“We’ve been homeless for six months and my 9th baby is due any day now” -Kidspot

Pregnant 8-year-old mum from WA reveals how she has been homeless for an unbearable six months.

It’s late afternoon and a heavily pregnant Krystal sits in a motel room with her eight children and her partner, desperately appealing to charities for food and a place to sleep before she ends up in again on the street the next morning.

At 32 weeks pregnant, the 35-year-old is terrified that her ninth baby could arrive any day without knowing where she will put him to sleep when he is born.

That sorry feeling of homelessness has been sitting in the pit of the Western Australian mother’s stomach since June last year, when the house she had rented for 13 months was sold.

“It is now a hopeless situation. I am about to have a baby. Where am I going to take her? I do not know. Where am I going to put him to sleep? I don’t know…” Krystal said anxiously to Kidspot.

“Over the next seven weeks, we have to find a place to go where we can get the baby home where he is safe.

“I’ve never been so scared in my life for myself and my family – this baby shouldn’t have to grow up in an environment like this.”

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WA’s mum is terrified her 9th baby could come any day with nowhere to sleep. Source: Provided to Kidspot

“We had to camp or plant in a park because we had nowhere to go”

The family have been caught up in the rental crisis affecting WA and, without a car, often spend hours a day dragging their suitcases and the children, aged between 17 and 2, trying to find a bed for the night.

Despite having an exemplary rental record and visiting around 20 homes a day, they line up with up to 30 other families, all in the same boat, to view a rental home.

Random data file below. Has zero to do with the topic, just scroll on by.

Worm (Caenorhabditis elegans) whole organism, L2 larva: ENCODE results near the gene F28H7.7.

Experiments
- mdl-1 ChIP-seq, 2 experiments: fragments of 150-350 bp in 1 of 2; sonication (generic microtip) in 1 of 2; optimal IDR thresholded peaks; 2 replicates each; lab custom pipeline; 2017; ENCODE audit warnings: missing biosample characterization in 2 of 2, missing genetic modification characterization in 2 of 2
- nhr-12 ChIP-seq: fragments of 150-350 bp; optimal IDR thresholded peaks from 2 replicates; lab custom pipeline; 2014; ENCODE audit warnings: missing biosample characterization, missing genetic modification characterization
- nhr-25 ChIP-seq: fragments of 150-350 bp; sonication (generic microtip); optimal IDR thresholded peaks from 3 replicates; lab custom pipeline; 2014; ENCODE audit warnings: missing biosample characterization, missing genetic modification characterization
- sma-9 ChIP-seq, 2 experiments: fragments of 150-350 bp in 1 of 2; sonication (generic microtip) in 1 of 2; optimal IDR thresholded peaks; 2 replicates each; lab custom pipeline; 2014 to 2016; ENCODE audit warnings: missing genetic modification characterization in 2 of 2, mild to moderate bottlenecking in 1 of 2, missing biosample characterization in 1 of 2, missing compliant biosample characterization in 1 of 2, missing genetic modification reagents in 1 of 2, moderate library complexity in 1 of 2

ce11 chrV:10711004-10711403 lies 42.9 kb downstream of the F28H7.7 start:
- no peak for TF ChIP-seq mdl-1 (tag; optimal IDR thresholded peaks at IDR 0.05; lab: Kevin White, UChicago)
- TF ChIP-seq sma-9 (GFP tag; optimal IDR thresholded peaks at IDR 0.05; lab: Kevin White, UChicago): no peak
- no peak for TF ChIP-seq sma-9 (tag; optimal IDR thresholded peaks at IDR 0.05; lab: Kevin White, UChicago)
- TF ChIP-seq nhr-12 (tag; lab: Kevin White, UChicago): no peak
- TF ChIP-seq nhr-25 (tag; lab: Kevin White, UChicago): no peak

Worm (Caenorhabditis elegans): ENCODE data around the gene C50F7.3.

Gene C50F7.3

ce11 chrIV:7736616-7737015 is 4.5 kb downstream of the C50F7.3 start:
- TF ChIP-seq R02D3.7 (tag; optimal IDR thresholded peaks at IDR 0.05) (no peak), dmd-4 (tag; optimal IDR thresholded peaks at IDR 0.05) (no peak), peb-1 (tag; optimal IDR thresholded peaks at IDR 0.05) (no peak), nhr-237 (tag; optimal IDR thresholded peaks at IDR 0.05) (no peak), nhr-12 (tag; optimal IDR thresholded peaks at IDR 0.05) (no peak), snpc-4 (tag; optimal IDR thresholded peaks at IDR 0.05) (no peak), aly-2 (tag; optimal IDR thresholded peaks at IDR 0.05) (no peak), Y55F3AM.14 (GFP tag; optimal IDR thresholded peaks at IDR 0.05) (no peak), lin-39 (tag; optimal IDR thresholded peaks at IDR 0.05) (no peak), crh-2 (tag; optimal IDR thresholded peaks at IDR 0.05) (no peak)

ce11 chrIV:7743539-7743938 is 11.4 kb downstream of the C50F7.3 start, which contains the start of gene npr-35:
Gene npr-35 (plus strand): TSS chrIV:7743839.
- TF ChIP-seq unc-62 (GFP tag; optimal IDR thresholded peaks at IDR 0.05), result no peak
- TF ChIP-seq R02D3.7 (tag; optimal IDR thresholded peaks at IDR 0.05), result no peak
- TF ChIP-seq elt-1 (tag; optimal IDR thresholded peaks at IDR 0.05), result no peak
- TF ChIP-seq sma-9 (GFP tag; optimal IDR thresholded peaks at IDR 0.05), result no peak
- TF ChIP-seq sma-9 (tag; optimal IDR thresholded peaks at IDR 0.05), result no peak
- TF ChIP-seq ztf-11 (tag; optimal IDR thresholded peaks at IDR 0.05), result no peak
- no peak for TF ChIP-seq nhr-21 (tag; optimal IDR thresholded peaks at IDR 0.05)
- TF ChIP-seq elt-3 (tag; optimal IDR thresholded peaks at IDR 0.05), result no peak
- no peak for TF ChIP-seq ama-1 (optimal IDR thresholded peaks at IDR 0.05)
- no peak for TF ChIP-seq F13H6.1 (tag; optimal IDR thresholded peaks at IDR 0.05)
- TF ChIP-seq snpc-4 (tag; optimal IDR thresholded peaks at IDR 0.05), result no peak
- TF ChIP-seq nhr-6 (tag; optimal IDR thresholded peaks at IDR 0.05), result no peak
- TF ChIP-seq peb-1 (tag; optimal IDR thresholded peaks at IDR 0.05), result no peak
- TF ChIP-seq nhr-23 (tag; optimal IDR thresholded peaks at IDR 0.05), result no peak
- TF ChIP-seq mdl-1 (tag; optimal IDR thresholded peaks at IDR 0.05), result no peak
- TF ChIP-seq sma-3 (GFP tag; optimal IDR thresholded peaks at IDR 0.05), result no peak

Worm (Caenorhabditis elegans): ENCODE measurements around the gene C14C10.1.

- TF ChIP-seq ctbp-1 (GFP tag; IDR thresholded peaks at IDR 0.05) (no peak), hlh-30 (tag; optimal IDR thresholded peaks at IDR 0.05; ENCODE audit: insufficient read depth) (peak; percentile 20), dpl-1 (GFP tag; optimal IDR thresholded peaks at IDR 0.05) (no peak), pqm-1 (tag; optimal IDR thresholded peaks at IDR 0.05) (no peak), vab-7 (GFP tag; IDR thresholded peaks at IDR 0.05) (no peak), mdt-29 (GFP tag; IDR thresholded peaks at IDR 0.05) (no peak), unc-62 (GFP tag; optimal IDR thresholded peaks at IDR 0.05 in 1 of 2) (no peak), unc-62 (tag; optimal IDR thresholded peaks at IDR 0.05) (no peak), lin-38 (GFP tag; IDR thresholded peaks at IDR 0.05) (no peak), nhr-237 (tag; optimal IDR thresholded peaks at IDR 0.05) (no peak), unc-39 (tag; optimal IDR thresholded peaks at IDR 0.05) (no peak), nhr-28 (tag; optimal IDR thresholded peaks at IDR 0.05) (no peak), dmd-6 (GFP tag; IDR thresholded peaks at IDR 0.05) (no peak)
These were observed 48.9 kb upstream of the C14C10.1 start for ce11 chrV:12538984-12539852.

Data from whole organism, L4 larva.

“I push strollers for hours a day just trying to find a place to lay our heads. It’s a daily anguish for me and my partner,” Krystal shares.

“It was tough. We go from Airbnbs wondering if we’re going to be on the street.

“There were many times when we had to camp or crash in a park because we had nowhere to go.”

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“I push strollers for hours a day just trying to find a place to lay our heads. It’s a daily anguish for me and my partner.” Source: Provided to Kidspot

“We find ourselves on the street with no food and nowhere to go…”

Krystal’s partner, Wayne, tries to find work after his asbestos business closes.

The 48-year-old now relies on a Job Seeker’s Allowance of $500 a fortnight, while Krystal receives about $680 a week in Child Benefit.

Since losing their rental home, the desperate family has had to move between Airbnbs, motels and trailer parks.

But with most places costing around $1,000 for three to four nights, on day four they find themselves broke.

“We end up on the streets with no food and nowhere to go after about the third or fourth day or borrow money from family and friends until our next payday,” Krystal explains.

“We are constantly late, paying people back and then trying to find a place to sleep and keep the kids safe.

“There were many times when we had to camp under a tarp and sleep on blankets, or camp in a park because we had nowhere to go.”

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“We had to camp under a tarp and sleep on blankets, or camp in a park because we had nowhere to go.” Source: Provided to Kidspot

“We were forced to sleep on the beach – I feel like a failure”